Bluebirds and the wonder in a boy's heart


November 22, 1995|By DAN RODRICKS

Tomorrow being Thanksgiving, I'd like to take a moment to express gratitude for ladybugs. They're aphid-eaters, after all. Organic gardeners love them. Ladybugs make chemical-free vegetables possible. They're also defenders of trees, shrubs and rose bushes. But that's not really why I'm grateful for them.

(Note to the reader: Dan has not been sipping the Thanksgiving cabernet a little early; he's serious about this ladybug stuff. Please, read on.)

Big numbers of ladybugs visited an old farmhouse in northern Baltimore County this fall, crawling under the windows, up the walls and decorating the kitchen ceiling in speckled beads. We were visiting the farm when Nicholas, the little boy in my life, excitedly pointed them out to adults engaged in grown-up talk at the kitchen table.

We looked up. Nicholas had not exaggerated. There must have been three dozen ladybugs. I would call it a swarm, but that word is too harsh. These were ladybugs, after all, not killer bees.

Actually, they were Halloween Lady Bird Beetles, also known as Multi-Colored Asian Lady Beetles. This type, imported from Japan in the late 1970s by the U.S. Department of Agriculture, has a proclivity for wintering en masse inside houses and barns.

I got all this a few weeks later from Mike Raupp, chairman of the University of Maryland's department of entomology. He says we should be glad to see this type of beetle, grateful for their abundance. And yet he knows that some homeowners were distressed this fall to see them crawling up their walls and along kitchen counters.

"They were introduced in the South, primarily to control aphids that feed in trees, pecan trees in particular," says Raupp. "But we're seeing them throughout the East now. They're very beneficial. They do a lot of good."

They are voracious aphid-eaters, capable of dispatching 40 of them in an hour. They also like whiteflies, scale insects and mealybugs. Ladybugs are considered the best pesticide on legs.

In the fall, most of them find a place to winter outdoors, under leaves and bark.

Halloween Lady Bird Beetles are different; they like houses.

While they won't harm furniture or clothes, they will leave an orange stain on your hands if you touch them or squash them. Raupp suggests we round them up, with either a small vacuum cleaner or soft broom, and move them to another space, such as a tool shed or garage, for the winter.

Confession: I was relieved after talking with Mike Raupp and learning more about ladybugs.

Having been profoundly influenced 25 years ago by Rachel Carson's "Silent Spring," and having come of age with the Earth Day generation, I tend to suspect permanent environmental damage when I see something as bizarre as 36 ladybugs on a kitchen ceiling.

So, where their presence aroused wonder in Nicholas, who is just 5, it aroused mild concern in me. My theories about odd bTC phenomena in nature tend to be negative. For example, maybe an increase in the ladybug population means a decline in the bird population.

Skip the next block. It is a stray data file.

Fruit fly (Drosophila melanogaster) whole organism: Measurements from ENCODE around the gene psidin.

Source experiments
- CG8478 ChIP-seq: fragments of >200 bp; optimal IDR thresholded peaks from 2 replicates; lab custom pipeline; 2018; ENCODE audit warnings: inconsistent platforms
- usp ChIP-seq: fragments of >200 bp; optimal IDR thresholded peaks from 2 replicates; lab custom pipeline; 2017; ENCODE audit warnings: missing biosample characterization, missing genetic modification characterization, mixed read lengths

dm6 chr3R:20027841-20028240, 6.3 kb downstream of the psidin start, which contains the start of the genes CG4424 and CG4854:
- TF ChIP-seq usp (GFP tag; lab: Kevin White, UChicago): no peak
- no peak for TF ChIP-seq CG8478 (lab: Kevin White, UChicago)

That thought occurred to me this past week when Nicholas and I visited the old farm again and set out for a hike in nearby woods.

We saw all kinds of birds -- six blue jays squawking in a row of birches, nuthatches scampering down tree trunks, woodpeckers, titmice, juncos, chickadees, sparrows, finches, starlings and grackles.

And three bluebirds.

The bluebirds were actually startling -- like the king's coachmen hustling through a feudal forest. That color, that royal blue, on the male's back can take your breath away, especially when it appears suddenly among the bare bones of trees or against a slope of fallen leaves.

I told Nicholas that, when I was his age, I never saw bluebirds. They have made a comeback in the East over the past three decades. When I see one now, it makes me happy, even hopeful.

"When I see a bluebird," Nicholas said, "it makes me want to eat a blueberry muffin."

Great. A flash of summer and childish wonder on a gray day in the autumn woods.

We saw a chipmunk scamper along a little brook.

We saw turkey vultures picking at the carcass of a deer. The birds were large and comical, hopping about, stretching their naked necks, picking at the dried meat on the rib cage.

We saw a great blue heron descend through an opening in the trees, land along a creek and start his vigil for food that swims.

We saw a trout rise to feed on a tiny black fly known as a midge.

We heard the crash of a startled deer in the woods, its hoofs cracking small branches and rustling leaves. We never saw the deer. Nicholas squeezed my hand.

We heard the honking of Canada geese and looked up at the pink sky and saw two chevrons arching to the west.

We heard, but never found, a woodpecker at work on some high mast in the woods.

After we had returned to the old farmhouse, I sat in the kitchen and drank coffee, grateful for the day, the signs of hope, the ladybugs on the ceiling and the wonder in the heart of a little boy.

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